Gone Coastal

Thursday, October 19, 2006

Faith like a mustard seed

This I have, with a few provisions. I need to see good soil in a good location with full sun and plenty of available water for my mustard to grow. And a suitable long-term forecast wouldn't hurt.
So, what brings me to this brilliant personal insight? Our breastfeeding epic (you didn't really think I could post without some reference to T, did ya?) I think it was sometime last week, after talking with a great former neighbour of ours, that the cumulative wisdom of various nurses, doctors and friends came together, and I concluded I needed to think about the point at which I would stop trying to breastfeed. I needed to set some sort of boundary, lest I continue at the detriment of both my health and T's to play the martyr to keep her in breastmilk. By the time of Friday's setbacks, I had settled on giving it until this Friday, tomorrow, which would be a full six weeks from T's birth. Not a bad start, as far as the benefits of breastmilk go.
Over the course of the week, as my deadline has grown closer and T has shown little progress beyond one good latch last Saturday, I had started the inevitable process of preparing myself for the seemingly inevitable conclusion, a grieving of sorts for my breastfeeding dreams. Last night I kept the Bear up a little later than he'd planned (that's a switch) as i shared my reflections from the day, specifically the potential upsides of eliminating the breastmilk at this point. I've pretty much decided already what the outcome of this will be, that I'll be spending next week slowly tapering off the pumping and letting my milk dry up.
And then an odd thing happened. At one of last night's later feedings, T was fishing around, rooting actually in the direction of my breast, rather than towards that ubiquitous silicon nipple that can appear from anywhere. A recognition of sorts that this was where the good stuff came from. I tried latching her, but she just fussed and eventually pushed off. This morning again, after feeding her the small bottle of breastmilk from the previous round of pumping, she was lying across my lap and then started to root, quite insistently at my breast. Again we didn't succeed with a good latch, but she did at least sit on the nipple for a bit and didn't push it away right off.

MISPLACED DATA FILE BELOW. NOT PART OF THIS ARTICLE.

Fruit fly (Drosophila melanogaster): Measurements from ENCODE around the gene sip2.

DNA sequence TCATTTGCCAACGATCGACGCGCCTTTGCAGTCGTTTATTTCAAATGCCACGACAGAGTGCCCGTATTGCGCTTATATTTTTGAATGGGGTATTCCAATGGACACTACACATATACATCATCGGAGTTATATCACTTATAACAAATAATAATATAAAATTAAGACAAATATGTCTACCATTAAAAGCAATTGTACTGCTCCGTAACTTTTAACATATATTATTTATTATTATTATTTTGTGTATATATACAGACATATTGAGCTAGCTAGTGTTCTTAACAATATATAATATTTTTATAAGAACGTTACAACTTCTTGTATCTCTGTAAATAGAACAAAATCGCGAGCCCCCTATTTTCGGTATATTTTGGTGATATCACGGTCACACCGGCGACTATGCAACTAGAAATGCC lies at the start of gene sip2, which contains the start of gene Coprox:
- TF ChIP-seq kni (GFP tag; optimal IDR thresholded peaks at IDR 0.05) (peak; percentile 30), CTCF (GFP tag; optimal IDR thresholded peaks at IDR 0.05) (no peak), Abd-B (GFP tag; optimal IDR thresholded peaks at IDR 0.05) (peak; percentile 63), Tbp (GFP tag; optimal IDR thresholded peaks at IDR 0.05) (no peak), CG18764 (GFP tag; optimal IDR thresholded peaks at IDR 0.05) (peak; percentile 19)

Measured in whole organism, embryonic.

Eventually I topped her up with a bottle of formula before starting the pumps, but it was enough to get me thinking. I had been light-heartedly talking to T, telling her she had so many days left to figure it out. As if it were her choice. I had prayed to God about the situation and given Him my timeline, but what was I really expecting? One of two possible outcomes. Either she'd figure it out over a week and a half and we'd live happily ever after, or she wouldn't and we'd adapt. Having pretty much accepted the latter outcome by the middle of this week, waiting until Friday has become mostly a weak exercise in obedience. But this shift in T raises questions. Maybe it is still possible for things to turn around in the next day and a half (I figured I'd officially cut it off at my doctor's appointment Friday). And if it did so at this point, I'd have to count it as a miracle. But how much grief and struggle could I have saved myself if I'd set a much less 'realistic' timeline. If I'd said "Lord, I know I can't keep this up forever. I can't do it in my own strength, so if it's your will for me to breastfeed T, please have her latching and sucking her heart out today, and clearing up my clogged and possibly infected ducts in the process. And give me the right amount of milk with the right flow so she can feed comfortably and I won't need to pump or supplement anymore." perhaps I'd have had the answer I was looking for a week and a half ago, and might even have saved myself the stress of the whole weight loss scare on the weekend.